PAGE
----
The Turn of the Skew: Pragmatism, Environmental Philosophy and the Ghost of William James

By Stephens, Piers H. G. | Contemporary Pragmatism, June 2012 | Go to article overview

The Turn of the Skew: Pragmatism, Environmental Philosophy and the Ghost of William James


Stephens, Piers H. G., Contemporary Pragmatism


This paper addresses two issues: the controversy over pragmatism in environmental philosophy, and the habitual exclusion of William James's work from serious examination. Addressing critiques of pragmatic naturalism from Max Horkheimer, Eugene Hargrove and Holmes Rolston, I argue that their criticisms misfire, primarily due to skewed perception derived from mis-interpretative projections of views to which pragmatism is not committed. I conclude that the critics' major concerns are largely groundless, but that greater emphasis on pragmatism's experiential aspect would clarify this.

1. Introduction

The possibility that pragmatism might offer a new, better direction for environmental ethics was first raised by Anthony Weston in a path-breaking paper in 1985,1 since which time a significant debate between pragmatists and anti-pragmatists has affected the whole field. Arguments on the pragmatist side have tended to criticize the high level of abstraction found within environmental ethics, often arguing against the practical helpfulness of the habitual stress on theoretical axiology, especially intrinsic value theory.

In place of these axiological emphases, pragmatists have urged a greater and more pluralist attendance to specifics of particular environmental problems, and aimed at a greater emphasis on practical policy convergence in political terms. Thus Weston urges a pragmatic "multicentrism" and a plurality of revisioning options for our everyday relationships to the natural world; Andrew Light has suggested a metaphilosophical pragmatism that may help separate wheat from chaff in otherwise interminable theoretical debates, and Bryan Norton has advocated a convergence hypothesis on policy that tries to defuse the tensions between anthropocentric and nonanthropocentric varieties of environmental concern as well as attempting to justify strong conceptions of sustainability in broadly pragmatic terms. On the anti-pragmatist side, J. Baird Callicott has stoutly defended the emphasis on axiology and intrinsic value theory for its radical potential, repudiating pragmatic pluralism in the process, whilst figures such as Eric Katz, Holmes Rolston and Eugene Hargrove have criticized what they perceive as excessive anthropocentrism, subjectivism and instrumentalism within pragmatism. The pragmatist perspective has also attracted hostility outside North America, with similar but more overtly political suspicions of American pragmatism to those of Callicott, Rolston and Hargrove coming from the European left, where the pragmatic connection of truth with success and utility has drawn fire.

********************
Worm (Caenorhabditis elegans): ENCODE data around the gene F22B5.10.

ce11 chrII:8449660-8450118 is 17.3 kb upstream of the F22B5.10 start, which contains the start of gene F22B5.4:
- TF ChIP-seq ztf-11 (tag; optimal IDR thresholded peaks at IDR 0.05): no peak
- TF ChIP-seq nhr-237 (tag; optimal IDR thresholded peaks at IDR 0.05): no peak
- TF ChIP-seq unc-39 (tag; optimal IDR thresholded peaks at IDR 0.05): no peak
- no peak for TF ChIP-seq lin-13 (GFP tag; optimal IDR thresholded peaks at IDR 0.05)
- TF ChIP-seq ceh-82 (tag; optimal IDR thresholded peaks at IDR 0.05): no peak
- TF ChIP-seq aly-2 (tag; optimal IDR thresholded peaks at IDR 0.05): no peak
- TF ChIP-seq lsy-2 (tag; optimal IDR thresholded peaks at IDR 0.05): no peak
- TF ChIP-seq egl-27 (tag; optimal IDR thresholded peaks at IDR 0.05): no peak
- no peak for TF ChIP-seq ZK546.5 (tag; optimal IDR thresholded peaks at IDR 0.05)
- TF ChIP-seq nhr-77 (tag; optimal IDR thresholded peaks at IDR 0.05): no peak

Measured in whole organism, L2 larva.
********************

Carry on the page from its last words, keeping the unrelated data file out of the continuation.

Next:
Accordingly, a range of anti-pragmatist critics exist, and part of what is striking about their criticisms from a pragmatist perspective is the extent to which the complaints have continuously repeated the same broad themes in response to answers. Thus it remains common for critics to assume a radical incompatibility between pragmatism and intrinsic value theory, despite Hugh McDonald's demonstration that Deweyan ethics actually includes intrinsic value concepts.4 Similarly, the view of pragmatism as subjectivist and thus antinaturalistic is frequently taken for granted, as is the claim that pragmatism is anti-theoretical. This last view, which (as we shall see) is in fact a reheating of quite an old charge, has been maintained by Callicott in his attacks on pragmatism,5 and in fairness, it must be conceded that many environmental pragmatists' fixation on policy and management may have contributed to the view that pragmatism offers little room for intellectual novelty or theory. A similar case obtains, as we shall see, in relation to the lack of attention to the Jamesian tradition,6 where pragmatists themselves may have internalized the view of William James as an anti-naturalistic subjectivist. Thus, even Paul Thompson and Thomas Hilde' s compilation of essays on American pragmatism and the agrarian tradition, which finds room for such figures as Benjamin Franklin and John Steinbeck as well as the more familiar names of Jefferson, Emerson, Thoreau, Royce, Peirce and Dewey, gives only passing mention to James. …

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